I went through this myself, for whatever reason my mouth breathing was getting worse until I finally broke down and bought a full face mask. It made a noticeable difference on my treatment and I doubt I will ever go back to a nasal mask (unless cause of mouth breathing can be remedied). I actually like the full face mask better, it requires some tight straps and is a bit more intrusive then a small nasal mask but it is far quieter, significantly better venting system and I think the extra humidity helps as well(if I use too much humidity with nasal mask it causes congestion and then mouth breathing but at lower humidity I have issues with dry mouth and throat). On some people a full face mask doesnt help or may make things worse though, no one is the same and only way to find ideal settings/equipment is to try them out.

Back to SPO2, my sleep doctor has stated that my lower nocturnal SPO2 could be a sign of inadequate treatment (nocturnal SPO2 around 1.5-2% lower than awake SPO2) even though I dont have many desaturations. This lower SPO2 is considered just below normal so most wouldnt consider it an issue but it was curious for doctor to say it could be. I havent found a way to increase nocturnal SPO2 to see if that remedies some of sleep/health issues though.
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#7
RE: spO2 and AHI
(06-20-2020, 02:46 PM)Geer1 Wrote: I havent found a way to increase nocturnal SPO2 to see if that remedies some of sleep/health issues though.

That would be to increase Pressure Support or add an oxygen bleed.
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#8
RE: spO2 and AHI
if you're maintaining a high oxygen level by constantly being aroused out of rem sleep in order to catch your breath...that's an issue. 

On nights when I sleep particularly soundly, with lots of rem dreams. my ahi is often higher. But not through the roof. I'll take a higher ahi in exchange for sound sleep anytime.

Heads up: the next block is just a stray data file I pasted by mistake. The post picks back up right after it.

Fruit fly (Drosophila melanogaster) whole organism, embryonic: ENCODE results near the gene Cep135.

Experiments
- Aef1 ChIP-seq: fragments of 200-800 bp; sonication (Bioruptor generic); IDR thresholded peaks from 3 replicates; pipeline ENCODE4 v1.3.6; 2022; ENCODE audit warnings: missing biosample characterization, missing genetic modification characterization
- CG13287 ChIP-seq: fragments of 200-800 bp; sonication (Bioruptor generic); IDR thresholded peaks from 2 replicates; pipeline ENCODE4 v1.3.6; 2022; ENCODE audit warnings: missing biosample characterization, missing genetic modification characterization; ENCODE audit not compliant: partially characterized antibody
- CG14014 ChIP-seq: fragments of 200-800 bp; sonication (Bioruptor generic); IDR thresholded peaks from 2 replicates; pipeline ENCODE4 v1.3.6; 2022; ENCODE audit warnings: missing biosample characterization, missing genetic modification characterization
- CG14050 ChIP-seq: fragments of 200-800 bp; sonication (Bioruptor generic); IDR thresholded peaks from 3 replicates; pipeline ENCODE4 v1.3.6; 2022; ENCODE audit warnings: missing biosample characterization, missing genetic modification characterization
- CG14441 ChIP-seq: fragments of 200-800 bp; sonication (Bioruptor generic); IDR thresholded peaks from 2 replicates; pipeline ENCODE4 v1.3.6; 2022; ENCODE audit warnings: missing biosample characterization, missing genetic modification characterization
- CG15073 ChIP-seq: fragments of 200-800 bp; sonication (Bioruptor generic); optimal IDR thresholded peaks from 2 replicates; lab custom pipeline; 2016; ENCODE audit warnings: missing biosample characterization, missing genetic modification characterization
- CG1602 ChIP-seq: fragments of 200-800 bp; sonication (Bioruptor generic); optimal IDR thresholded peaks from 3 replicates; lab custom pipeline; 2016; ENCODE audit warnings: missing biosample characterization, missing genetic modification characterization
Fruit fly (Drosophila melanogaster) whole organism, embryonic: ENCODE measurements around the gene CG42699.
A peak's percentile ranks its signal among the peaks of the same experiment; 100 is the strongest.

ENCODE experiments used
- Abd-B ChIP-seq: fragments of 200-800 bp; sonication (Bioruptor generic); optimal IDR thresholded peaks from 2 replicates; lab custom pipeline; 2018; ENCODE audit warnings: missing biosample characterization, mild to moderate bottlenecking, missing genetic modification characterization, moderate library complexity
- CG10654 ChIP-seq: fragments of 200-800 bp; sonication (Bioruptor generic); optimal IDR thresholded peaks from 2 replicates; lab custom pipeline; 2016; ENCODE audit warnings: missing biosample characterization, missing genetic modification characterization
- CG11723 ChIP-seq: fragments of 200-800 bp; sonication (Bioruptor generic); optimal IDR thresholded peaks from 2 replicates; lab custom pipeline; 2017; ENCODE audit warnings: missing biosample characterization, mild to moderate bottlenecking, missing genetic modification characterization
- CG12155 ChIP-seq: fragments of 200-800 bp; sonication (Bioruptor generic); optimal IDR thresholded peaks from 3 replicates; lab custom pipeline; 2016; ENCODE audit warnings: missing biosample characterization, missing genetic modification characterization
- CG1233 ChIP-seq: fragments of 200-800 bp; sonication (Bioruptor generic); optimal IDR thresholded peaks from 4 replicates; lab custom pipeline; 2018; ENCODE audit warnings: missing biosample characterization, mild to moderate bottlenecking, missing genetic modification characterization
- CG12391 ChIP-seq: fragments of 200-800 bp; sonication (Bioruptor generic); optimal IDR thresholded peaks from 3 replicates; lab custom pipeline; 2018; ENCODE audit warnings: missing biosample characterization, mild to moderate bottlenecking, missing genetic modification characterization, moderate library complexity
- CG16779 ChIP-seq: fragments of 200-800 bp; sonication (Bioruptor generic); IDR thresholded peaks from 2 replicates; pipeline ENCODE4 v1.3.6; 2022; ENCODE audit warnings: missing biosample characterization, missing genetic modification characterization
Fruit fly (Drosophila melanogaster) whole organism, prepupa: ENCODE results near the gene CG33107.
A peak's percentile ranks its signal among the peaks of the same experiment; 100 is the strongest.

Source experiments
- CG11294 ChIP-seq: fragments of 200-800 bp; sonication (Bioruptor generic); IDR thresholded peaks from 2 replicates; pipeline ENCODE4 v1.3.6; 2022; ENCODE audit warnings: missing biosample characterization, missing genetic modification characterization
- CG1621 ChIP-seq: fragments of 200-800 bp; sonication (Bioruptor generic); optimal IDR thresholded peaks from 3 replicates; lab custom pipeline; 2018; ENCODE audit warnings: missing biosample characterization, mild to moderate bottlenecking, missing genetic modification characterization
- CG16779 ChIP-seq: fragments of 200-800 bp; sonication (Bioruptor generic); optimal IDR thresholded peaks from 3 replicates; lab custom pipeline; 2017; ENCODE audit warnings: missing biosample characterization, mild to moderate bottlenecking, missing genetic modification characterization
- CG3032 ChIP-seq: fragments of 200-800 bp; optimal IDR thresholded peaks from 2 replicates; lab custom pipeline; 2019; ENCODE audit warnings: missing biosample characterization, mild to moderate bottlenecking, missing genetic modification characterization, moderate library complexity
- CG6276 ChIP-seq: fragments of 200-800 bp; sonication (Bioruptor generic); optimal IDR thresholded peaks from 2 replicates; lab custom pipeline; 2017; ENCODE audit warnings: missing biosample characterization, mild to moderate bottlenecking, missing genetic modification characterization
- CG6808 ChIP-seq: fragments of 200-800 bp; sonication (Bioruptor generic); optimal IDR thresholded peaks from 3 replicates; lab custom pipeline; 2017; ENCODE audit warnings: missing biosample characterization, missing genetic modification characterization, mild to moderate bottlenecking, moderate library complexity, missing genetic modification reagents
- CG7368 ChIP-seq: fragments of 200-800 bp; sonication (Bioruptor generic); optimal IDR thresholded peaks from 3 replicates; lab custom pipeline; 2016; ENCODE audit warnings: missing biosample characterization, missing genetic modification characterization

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#9
RE: spO2 and AHI
(06-20-2020, 03:10 PM)bonjour Wrote:
(06-20-2020, 02:46 PM)Geer1 Wrote: I havent found a way to increase nocturnal SPO2 to see if that remedies some of sleep/health issues though.

That would be to increase Pressure Support or add an oxygen bleed.

Yeah that is one of the potential next steps. Been letting the full face mask work for a while and on a wait list for sleep/titration study. If that isn't available soon doctor is willing to do a bipap trial so can try higher PS. 

My SPO2 still always stays decent (rarely under 90%) so low on my priorities. According to doctor nocturnal SPO2 should be same/similar to awake SPO2 though.

I have a feeling it is related to how my nasal congestion etc all get worse at night.
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#10
RE: spO2 and AHI
I've found that SPO2 sensors are prone to giving erroneous error readings. For example a desaturation score may be given if you're sleeping on the arm where the measurement is being taken.
SPO2 is another good indicator to be used in conjunction with RDI, and maybe sleep tracker detail. The most important measure is how you feel.